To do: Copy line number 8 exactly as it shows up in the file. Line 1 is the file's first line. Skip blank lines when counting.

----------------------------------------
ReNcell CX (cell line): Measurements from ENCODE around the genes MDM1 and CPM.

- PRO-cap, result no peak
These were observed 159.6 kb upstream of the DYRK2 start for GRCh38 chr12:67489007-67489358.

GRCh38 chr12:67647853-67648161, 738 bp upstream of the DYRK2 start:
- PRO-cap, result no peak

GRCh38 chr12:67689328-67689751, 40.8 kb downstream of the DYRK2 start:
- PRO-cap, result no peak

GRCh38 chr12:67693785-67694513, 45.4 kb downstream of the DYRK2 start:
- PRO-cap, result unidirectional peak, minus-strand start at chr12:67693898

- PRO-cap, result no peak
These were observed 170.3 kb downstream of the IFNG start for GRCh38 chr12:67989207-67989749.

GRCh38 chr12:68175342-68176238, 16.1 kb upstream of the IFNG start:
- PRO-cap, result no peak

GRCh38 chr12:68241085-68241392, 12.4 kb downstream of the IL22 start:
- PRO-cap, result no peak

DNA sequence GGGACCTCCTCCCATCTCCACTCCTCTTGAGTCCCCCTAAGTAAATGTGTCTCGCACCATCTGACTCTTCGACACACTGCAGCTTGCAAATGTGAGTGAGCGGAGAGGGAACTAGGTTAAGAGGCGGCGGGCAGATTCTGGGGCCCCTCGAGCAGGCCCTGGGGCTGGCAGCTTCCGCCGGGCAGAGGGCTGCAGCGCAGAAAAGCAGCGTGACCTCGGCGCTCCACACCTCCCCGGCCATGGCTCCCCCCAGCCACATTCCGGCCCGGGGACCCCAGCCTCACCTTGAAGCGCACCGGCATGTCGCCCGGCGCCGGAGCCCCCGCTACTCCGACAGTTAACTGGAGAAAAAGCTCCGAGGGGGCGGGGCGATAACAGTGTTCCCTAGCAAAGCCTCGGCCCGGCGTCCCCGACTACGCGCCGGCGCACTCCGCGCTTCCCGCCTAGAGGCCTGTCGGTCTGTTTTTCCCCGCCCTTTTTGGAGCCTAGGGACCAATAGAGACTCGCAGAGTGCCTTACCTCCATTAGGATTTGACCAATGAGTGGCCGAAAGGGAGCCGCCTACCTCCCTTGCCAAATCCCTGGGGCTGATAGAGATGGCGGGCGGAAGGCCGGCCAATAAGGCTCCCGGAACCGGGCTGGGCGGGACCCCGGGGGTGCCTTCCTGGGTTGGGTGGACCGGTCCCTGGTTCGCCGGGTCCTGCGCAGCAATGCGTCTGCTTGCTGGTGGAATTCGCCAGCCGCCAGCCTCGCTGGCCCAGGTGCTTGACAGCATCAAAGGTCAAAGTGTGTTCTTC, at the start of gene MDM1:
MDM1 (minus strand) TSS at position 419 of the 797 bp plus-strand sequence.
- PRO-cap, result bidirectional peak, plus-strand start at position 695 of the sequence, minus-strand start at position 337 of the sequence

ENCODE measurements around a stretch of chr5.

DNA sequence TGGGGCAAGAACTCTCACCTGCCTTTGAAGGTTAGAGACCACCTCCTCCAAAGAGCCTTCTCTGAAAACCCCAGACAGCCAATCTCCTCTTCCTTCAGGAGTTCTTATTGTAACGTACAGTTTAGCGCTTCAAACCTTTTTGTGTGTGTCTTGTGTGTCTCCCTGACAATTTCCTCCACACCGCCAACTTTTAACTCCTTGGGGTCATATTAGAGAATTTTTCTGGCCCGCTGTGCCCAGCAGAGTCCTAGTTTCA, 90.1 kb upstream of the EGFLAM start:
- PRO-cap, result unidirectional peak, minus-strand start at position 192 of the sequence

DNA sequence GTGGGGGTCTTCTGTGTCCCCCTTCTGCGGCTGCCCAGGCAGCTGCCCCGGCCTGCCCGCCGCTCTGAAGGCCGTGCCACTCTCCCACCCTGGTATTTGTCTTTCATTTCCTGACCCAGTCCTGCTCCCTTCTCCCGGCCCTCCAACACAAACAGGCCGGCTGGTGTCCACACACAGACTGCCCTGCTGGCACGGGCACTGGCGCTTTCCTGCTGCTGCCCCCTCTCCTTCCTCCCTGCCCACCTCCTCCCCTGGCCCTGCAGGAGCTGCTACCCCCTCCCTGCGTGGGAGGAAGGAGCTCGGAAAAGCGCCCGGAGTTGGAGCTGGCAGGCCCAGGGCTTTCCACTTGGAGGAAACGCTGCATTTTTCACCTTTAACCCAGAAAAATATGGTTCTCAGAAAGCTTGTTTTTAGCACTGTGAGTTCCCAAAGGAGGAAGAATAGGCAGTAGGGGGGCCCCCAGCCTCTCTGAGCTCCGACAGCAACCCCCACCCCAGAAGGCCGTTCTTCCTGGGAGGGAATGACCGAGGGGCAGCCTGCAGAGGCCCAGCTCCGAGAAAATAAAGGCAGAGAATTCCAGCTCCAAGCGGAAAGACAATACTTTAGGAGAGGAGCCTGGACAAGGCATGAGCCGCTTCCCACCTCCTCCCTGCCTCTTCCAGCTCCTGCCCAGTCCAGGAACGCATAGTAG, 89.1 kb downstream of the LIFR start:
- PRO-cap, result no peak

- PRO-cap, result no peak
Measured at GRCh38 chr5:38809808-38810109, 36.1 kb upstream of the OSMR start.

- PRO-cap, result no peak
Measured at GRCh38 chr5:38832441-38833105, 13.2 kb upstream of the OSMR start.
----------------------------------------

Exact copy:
GRCh38 chr12:67693785-67694513, 45.4 kb downstream of the DYRK2 start: